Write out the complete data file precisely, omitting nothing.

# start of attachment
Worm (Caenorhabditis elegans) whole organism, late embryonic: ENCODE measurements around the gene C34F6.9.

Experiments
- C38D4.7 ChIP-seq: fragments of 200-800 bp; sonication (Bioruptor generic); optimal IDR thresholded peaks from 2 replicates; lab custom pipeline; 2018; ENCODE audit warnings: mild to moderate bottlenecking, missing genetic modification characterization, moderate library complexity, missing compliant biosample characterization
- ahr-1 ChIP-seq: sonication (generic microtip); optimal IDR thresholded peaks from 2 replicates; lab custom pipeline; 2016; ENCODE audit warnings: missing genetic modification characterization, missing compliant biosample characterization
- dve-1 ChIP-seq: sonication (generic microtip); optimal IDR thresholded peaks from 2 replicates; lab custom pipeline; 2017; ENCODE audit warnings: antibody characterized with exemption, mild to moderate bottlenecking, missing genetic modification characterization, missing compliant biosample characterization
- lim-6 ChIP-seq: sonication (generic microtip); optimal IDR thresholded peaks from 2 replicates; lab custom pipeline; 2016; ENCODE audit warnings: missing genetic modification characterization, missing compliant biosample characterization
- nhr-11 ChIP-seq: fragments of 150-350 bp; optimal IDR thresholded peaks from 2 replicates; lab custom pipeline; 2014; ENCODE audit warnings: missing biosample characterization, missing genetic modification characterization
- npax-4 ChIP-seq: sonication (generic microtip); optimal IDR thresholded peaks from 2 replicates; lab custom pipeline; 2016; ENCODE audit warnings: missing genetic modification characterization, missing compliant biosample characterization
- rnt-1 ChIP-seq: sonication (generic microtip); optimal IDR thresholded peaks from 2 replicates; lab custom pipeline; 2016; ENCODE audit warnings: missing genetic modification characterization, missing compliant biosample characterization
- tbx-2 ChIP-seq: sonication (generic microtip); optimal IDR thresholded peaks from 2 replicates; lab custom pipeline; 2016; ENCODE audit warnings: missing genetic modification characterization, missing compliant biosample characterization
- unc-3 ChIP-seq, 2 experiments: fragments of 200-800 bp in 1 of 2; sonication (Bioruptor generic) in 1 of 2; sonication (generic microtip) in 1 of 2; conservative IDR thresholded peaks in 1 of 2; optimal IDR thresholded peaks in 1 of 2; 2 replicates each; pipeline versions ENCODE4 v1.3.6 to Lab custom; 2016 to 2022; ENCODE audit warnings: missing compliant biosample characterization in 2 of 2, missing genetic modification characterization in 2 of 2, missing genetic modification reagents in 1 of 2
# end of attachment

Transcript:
Worm (Caenorhabditis elegans) whole organism, late embryonic: ENCODE measurements around the gene C34F6.9.

Experiments
- C38D4.7 ChIP-seq: fragments of 200-800 bp; sonication (Bioruptor generic); optimal IDR thresholded peaks from 2 replicates; lab custom pipeline; 2018; ENCODE audit warnings: mild to moderate bottlenecking, missing genetic modification characterization, moderate library complexity, missing compliant biosample characterization
- ahr-1 ChIP-seq: sonication (generic microtip); optimal IDR thresholded peaks from 2 replicates; lab custom pipeline; 2016; ENCODE audit warnings: missing genetic modification characterization, missing compliant biosample characterization
- dve-1 ChIP-seq: sonication (generic microtip); optimal IDR thresholded peaks from 2 replicates; lab custom pipeline; 2017; ENCODE audit warnings: antibody characterized with exemption, mild to moderate bottlenecking, missing genetic modification characterization, missing compliant biosample characterization
- lim-6 ChIP-seq: sonication (generic microtip); optimal IDR thresholded peaks from 2 replicates; lab custom pipeline; 2016; ENCODE audit warnings: missing genetic modification characterization, missing compliant biosample characterization
- nhr-11 ChIP-seq: fragments of 150-350 bp; optimal IDR thresholded peaks from 2 replicates; lab custom pipeline; 2014; ENCODE audit warnings: missing biosample characterization, missing genetic modification characterization
- npax-4 ChIP-seq: sonication (generic microtip); optimal IDR thresholded peaks from 2 replicates; lab custom pipeline; 2016; ENCODE audit warnings: missing genetic modification characterization, missing compliant biosample characterization
- rnt-1 ChIP-seq: sonication (generic microtip); optimal IDR thresholded peaks from 2 replicates; lab custom pipeline; 2016; ENCODE audit warnings: missing genetic modification characterization, missing compliant biosample characterization
- tbx-2 ChIP-seq: sonication (generic microtip); optimal IDR thresholded peaks from 2 replicates; lab custom pipeline; 2016; ENCODE audit warnings: missing genetic modification characterization, missing compliant biosample characterization
- unc-3 ChIP-seq, 2 experiments: fragments of 200-800 bp in 1 of 2; sonication (Bioruptor generic) in 1 of 2; sonication (generic microtip) in 1 of 2; conservative IDR thresholded peaks in 1 of 2; optimal IDR thresholded peaks in 1 of 2; 2 replicates each; pipeline versions ENCODE4 v1.3.6 to Lab custom; 2016 to 2022; ENCODE audit warnings: missing compliant biosample characterization in 2 of 2, missing genetic modification characterization in 2 of 2, missing genetic modification reagents in 1 of 2